It is cold, gray, and breezy this morning, and somehow this music is neatly appropriate. The Hours was a lovely, bittersweet film. (I know: two utterly disconnected thoughts. It's early...work with me here.)
The thin blue line ...
Really a good movie, we analyzed it in our English Course at University.
Of course, not the classical hollwood movie.
The score from Phillip Glass is as great as it is depressing. Gives the film a lot of its
emotional deepness.

I am a fairly new listener to this station, and yesterday night I found myself wondering whether you would play Glass too - and you do! Wonderful, And I really like this total set: from Arcade Fire to Björk to Glass. An amazing flow! The only bad thing is that it keeps me from working because you forced me into posting an appreciating comment this way {#Biggrin}
joanbcn wrote:
boring movie. outstanding soundtrack
I assume you are talking about the movie The Hours. This song was originally from Errol Morris' The Thin Blue Line. If you haven't seen it, I highly recommend it. Watching it now, 20 years later, it's amazing how the "Hard Copy" style news programs that came after it have changed the way North American "news" organizations work. When the movie came out, the re-enactments, music etc seemed revolutionary. Now, it is standard fair. I'm not sure if we should thank Errol Morris or curse him. He definitely had a major influence.
jdorn1 wrote:
When In Rome - The Promise Philip Glass - Escape! Seamless segue!!!!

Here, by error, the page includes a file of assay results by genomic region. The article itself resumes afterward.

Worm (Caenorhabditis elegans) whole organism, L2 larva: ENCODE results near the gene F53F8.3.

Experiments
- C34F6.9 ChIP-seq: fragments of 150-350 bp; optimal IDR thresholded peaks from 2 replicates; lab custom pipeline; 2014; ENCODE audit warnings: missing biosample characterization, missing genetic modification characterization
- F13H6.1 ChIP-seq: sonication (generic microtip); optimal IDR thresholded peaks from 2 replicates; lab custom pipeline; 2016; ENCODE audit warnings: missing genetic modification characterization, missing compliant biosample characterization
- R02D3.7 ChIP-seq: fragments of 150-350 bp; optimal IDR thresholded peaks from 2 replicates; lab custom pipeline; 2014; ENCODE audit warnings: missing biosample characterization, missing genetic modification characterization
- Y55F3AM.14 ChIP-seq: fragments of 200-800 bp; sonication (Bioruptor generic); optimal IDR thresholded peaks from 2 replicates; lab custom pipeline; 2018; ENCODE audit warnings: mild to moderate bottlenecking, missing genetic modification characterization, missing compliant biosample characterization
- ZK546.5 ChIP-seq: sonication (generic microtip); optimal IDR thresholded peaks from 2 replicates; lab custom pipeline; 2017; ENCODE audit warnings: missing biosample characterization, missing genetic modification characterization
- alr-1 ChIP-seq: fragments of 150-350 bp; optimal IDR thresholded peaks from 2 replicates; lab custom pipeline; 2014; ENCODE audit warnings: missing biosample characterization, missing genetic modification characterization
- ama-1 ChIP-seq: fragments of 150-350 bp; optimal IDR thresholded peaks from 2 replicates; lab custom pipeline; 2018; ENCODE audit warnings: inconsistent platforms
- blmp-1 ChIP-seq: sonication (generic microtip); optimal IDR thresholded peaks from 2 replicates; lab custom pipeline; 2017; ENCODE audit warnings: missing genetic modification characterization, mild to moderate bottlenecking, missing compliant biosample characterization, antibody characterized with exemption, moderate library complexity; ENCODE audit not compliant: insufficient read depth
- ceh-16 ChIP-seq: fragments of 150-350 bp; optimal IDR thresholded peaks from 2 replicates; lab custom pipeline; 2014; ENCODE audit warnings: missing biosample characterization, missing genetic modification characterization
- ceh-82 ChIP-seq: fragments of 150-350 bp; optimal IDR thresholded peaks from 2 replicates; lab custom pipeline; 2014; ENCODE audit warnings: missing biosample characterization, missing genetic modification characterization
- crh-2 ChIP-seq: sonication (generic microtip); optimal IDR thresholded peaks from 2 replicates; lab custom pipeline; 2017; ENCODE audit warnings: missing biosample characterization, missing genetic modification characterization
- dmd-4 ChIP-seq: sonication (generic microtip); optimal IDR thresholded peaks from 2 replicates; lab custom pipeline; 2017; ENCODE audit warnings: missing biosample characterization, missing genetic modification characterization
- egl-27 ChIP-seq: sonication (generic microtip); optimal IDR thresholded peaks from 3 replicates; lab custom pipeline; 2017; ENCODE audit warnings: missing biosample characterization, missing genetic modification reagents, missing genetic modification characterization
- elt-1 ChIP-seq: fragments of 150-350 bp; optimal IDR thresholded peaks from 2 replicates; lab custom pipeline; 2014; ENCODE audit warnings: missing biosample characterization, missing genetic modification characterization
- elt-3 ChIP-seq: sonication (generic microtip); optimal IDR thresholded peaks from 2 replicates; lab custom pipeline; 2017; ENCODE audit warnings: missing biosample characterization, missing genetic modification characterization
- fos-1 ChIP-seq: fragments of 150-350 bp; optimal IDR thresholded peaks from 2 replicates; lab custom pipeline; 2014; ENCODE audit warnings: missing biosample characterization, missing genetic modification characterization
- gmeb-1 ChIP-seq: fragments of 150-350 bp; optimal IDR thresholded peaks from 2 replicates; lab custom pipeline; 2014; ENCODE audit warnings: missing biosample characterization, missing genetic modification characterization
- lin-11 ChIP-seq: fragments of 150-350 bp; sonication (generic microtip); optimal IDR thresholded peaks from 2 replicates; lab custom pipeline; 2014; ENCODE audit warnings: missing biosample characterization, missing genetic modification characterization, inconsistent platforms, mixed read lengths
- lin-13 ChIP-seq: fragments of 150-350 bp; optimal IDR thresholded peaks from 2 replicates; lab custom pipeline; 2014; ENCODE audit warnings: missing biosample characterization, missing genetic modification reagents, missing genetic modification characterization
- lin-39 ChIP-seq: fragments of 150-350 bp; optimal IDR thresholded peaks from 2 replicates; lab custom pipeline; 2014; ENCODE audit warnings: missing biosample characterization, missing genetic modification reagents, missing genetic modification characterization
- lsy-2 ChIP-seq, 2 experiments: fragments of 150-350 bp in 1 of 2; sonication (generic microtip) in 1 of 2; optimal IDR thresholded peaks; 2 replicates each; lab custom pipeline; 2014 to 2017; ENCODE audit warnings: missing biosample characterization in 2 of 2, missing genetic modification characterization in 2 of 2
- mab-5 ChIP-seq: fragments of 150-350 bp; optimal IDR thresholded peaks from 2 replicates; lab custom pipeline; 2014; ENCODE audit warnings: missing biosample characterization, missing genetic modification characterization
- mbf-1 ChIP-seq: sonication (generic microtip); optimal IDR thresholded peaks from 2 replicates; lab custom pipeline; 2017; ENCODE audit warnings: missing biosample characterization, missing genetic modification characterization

It was a good one!
music to do something important to.
boring movie. outstanding soundtrack
As the stomach turns....
It was a dark and stormy night ...
I will always remember listening to the ominous sounds of "Koyaanisquatsi" over and over again as Hurricane Frances was bearing down on the Florida coast and I was making the preperations to secure and evacuate from a house that I though I might not see again. A perfect emotional fit somehow.....
jdorn1 wrote:
When In Rome - The Promise Philip Glass - Escape! Seamless segue!!!!
And again. Very nice, Bill! :clap:
Reminds me of music they play while you are getting a massage...ooooooommmmmm
cc_rider wrote:
Overall I really like Philip Glass' music, but it seems like he needs to delve into a new 'system' of creating music. We studied his technique in a 'Music Appreciation' class in the 80's. He takes several independent phrases/themes of varying tempos and lengths, and overlays them, so the music sort of 'evolves' as the phrases overlap. It's an interesting concept and makes interesting music, but it's just ONE technique. Like I said, I DO like it, but as Mr. Glass seems to fancy himself an 'experimental' composer, I would think he would try some other methods of writing. Just my opinion, and worth every penny you paid for it... c.
His score for The Truman Show does expand upon this somewhat. While he uses this basic technique, there is a greater range of subtlety and more variety to the music. No matter what, though, I love everything Glass composes. "Metamorphasis One" is probably my favourite overall, though this track is great as well.